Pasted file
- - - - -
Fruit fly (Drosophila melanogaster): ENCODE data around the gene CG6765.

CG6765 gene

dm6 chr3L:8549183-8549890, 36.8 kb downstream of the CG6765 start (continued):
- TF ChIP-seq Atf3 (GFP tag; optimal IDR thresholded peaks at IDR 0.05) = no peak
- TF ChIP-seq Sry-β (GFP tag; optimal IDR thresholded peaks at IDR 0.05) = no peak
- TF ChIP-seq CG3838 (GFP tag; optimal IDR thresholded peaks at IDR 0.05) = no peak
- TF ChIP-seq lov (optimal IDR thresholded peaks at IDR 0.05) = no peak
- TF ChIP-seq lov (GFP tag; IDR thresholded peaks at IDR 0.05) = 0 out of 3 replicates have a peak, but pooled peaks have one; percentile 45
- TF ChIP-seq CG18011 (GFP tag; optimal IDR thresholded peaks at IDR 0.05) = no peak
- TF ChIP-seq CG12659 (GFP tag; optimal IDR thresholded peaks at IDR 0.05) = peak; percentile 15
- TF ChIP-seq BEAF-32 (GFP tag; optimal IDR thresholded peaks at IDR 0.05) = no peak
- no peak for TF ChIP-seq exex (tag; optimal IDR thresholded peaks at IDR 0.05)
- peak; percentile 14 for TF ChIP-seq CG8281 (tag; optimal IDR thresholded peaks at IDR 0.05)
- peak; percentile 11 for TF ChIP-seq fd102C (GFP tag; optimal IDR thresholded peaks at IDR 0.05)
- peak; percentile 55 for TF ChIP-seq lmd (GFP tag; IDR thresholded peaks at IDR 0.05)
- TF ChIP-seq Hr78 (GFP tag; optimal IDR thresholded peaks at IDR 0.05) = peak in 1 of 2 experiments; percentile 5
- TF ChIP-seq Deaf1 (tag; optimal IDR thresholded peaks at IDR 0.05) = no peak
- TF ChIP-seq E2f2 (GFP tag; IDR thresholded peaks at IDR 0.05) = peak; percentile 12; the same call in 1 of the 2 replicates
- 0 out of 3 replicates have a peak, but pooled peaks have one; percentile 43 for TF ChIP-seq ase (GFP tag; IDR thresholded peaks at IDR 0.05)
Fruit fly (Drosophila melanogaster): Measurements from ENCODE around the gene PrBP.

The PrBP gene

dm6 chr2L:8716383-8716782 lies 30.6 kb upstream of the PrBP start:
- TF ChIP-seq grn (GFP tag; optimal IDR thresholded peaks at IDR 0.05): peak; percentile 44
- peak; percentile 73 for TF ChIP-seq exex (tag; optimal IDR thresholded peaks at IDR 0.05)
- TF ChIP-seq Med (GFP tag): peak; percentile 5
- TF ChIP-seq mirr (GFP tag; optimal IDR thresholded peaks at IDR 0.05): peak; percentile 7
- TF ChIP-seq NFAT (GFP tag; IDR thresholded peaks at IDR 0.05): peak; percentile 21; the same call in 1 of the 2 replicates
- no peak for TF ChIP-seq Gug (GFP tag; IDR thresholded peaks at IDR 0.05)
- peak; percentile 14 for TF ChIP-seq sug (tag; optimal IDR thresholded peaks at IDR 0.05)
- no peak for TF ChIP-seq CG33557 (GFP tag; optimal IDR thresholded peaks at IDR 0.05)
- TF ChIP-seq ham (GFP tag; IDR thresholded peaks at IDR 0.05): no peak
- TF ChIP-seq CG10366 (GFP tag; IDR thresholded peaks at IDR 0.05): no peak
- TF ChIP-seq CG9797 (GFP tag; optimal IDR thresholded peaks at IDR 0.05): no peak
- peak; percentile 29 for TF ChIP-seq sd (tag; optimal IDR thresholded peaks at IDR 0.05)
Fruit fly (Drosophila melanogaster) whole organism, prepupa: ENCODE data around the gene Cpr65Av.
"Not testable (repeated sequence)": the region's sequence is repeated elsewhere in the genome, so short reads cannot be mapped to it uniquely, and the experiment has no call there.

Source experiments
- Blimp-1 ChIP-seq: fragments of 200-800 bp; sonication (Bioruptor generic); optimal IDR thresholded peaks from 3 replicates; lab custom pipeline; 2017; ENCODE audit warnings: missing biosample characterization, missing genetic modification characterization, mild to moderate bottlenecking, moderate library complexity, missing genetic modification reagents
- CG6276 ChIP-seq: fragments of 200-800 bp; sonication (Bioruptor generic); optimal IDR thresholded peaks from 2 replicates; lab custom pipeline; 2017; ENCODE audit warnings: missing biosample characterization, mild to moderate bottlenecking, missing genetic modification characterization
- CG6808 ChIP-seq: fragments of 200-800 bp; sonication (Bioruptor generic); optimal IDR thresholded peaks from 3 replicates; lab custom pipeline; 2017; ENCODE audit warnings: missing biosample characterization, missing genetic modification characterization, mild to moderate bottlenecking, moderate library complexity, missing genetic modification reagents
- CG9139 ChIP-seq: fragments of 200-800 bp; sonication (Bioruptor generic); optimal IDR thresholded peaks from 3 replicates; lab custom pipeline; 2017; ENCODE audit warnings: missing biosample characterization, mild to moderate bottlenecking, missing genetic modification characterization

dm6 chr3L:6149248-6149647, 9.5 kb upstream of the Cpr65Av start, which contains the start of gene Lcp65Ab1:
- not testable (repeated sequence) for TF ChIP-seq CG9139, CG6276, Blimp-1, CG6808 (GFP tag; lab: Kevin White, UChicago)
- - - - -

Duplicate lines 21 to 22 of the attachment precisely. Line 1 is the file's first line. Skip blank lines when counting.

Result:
The PrBP gene

dm6 chr2L:8716383-8716782 lies 30.6 kb upstream of the PrBP start: